Day Forty-something COVID-19 Isolation

This has got me thinking a lot about control, and fear of the unknown. I love control, and have a deep fear of the unknown. I have been ever so slowly (over years), inching toward letting go of one, and embracing the other. And damn, it has been a journey.

“I’m afraid of the Dark. You, who walk so cheerfully, whistling your way, stand still for five minutes. Stand still in the Dark in a field or down a track. It’s then you know you’re there on sufferance. The Dark only lets you take one step at a time. Step and the Dark closes round your back. In front, there is no space for you until you take it. Darkness is absolute. Walking in the dark is like swimming under water except you can’t come up for air.”

~Jeanette Winterson, The Passion

I read The Passion on the recommendation of a friend sometime in my early twenties. This passage stood out and has never left me. I am one who refuses to be held down, and I see the dark as a symbol and challenge I must overcome. I attack it with a fear so deep it rages, but what follows is spectacular.


Late summer, 2014

It’s a classmate’s birthday and the party invite states a 4pm start with a 9pm finish. It’s Sunday of a long week, I haven’t left my house all day, and I only partially care that I think I should be voted ‘most likely to cancel’ by my peers.

I am gradually beginning to own and understand my introverted nature that until the age of the internet, I did not realize was a legitimate thing.

Anyway, I’m great with spontaneity because it’s a time when everyone knows there is a fifty-fifty chance of success, which takes the pressure off. I feel bad about canceling plans, ignoring invitations, not showing up or avoiding the phone, but not bad enough to stop doing it. I pay for it through a harsh inner dialogue though. I still haven’t embraced my true nature, because it seems to be in stark contrast to everyone around me. I can push through a lot but to my great annoyance, I cannot override the introvert.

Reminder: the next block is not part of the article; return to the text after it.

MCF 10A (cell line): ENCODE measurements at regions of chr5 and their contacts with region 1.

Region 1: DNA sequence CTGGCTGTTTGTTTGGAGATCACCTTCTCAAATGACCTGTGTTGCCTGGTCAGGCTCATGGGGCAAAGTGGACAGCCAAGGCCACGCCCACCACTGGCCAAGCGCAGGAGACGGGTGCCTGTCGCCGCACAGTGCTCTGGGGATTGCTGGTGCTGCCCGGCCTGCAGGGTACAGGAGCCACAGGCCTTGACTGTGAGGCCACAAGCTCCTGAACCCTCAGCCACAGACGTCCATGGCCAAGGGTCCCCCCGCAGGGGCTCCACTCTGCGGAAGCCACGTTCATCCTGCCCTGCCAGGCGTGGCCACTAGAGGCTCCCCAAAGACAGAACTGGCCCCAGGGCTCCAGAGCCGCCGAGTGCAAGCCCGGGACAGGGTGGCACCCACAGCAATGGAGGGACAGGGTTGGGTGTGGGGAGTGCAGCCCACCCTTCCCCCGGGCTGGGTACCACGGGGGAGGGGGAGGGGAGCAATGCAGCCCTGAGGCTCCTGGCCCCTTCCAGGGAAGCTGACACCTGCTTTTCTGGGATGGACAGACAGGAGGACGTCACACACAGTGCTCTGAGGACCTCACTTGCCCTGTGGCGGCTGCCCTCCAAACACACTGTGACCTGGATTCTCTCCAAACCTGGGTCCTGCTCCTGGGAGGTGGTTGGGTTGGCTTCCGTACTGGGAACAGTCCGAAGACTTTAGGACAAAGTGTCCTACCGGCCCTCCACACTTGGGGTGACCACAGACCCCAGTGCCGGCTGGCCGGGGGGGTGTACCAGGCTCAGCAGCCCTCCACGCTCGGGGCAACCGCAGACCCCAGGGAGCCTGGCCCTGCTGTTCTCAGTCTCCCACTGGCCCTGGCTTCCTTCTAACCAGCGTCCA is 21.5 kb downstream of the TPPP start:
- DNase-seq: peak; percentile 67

At 8pm I look out the window to see the light in the clear summer sky begin to soften, and I imagine a beautiful sunset along the river. I don’t want to be known as the one everyone expects to bail, and the thought, along with the sunset, has me urgently carrying my bike down the steps and into the street.

The long meandering river path is busy with couples and families enjoying the slow descent of the day, and I feel revived by having motivated myself out of the house. By the time I arrive at the party, everyone has already departed and the only thing left to do is clean up the mess. So my friend and I have a private visit as we scrape plates of half eaten birthday cake into the garbage and clean up the dishes. We are both equally pleased and surprised by my arrival. Satisfied with our visit, I prepare to return to my nest.

It’s dark now, and I realize my rear light is dead. It’s a 50 minute bike ride home and I need to decide between one of two unappealing routes. I would prefer to go through the city where traffic and street lights give me the illusion of safety, but without the light, I’m not guaranteed to be seen from behind.
My other option is the way I came. Along the winding trail of the river. A moonless night and no traffic lights or overhead lamps to illuminate the path, I would have to rely solely on my LED bike light for guidance.
I am afraid to get hit by a car on the street, but more afraid of what lurks in the dark along the river. I decide that despite my fear, the river is the safer option.

Adrenaline has me a bit shaky and I am pedaling fast to get it over with. I quickly transition from wanting to get home as quick as possible, to fully embracing the moment because I suddenly realize I‘m having quite a lot of fun.

The light on my bike is strong enough to illuminate no more than three feet ahead. The curves are coming quick and I see them with barely enough time to stay on course, and each time I turn my handlebars to round a corner, the trail disappears from sight while my lamp lights up the grass beyond the curve. The challenge delivers me into the moment, leaving my anxiety back at the birthday party I didn’t attend. In the absence of sight, there are dips in the trail that my body takes in well before my mind, and the entire experience is invigorating. I pass a few sets of glowing eyes but I’m moving so quickly, they are behind me before I can identify a threat.

I make it home in record time, with the realization that it’s an illusion to think I can ever see more than a few feet ahead of where I stand at any given moment. Each experience holds a potential waiting to be discovered, and I don’t want to miss a thing.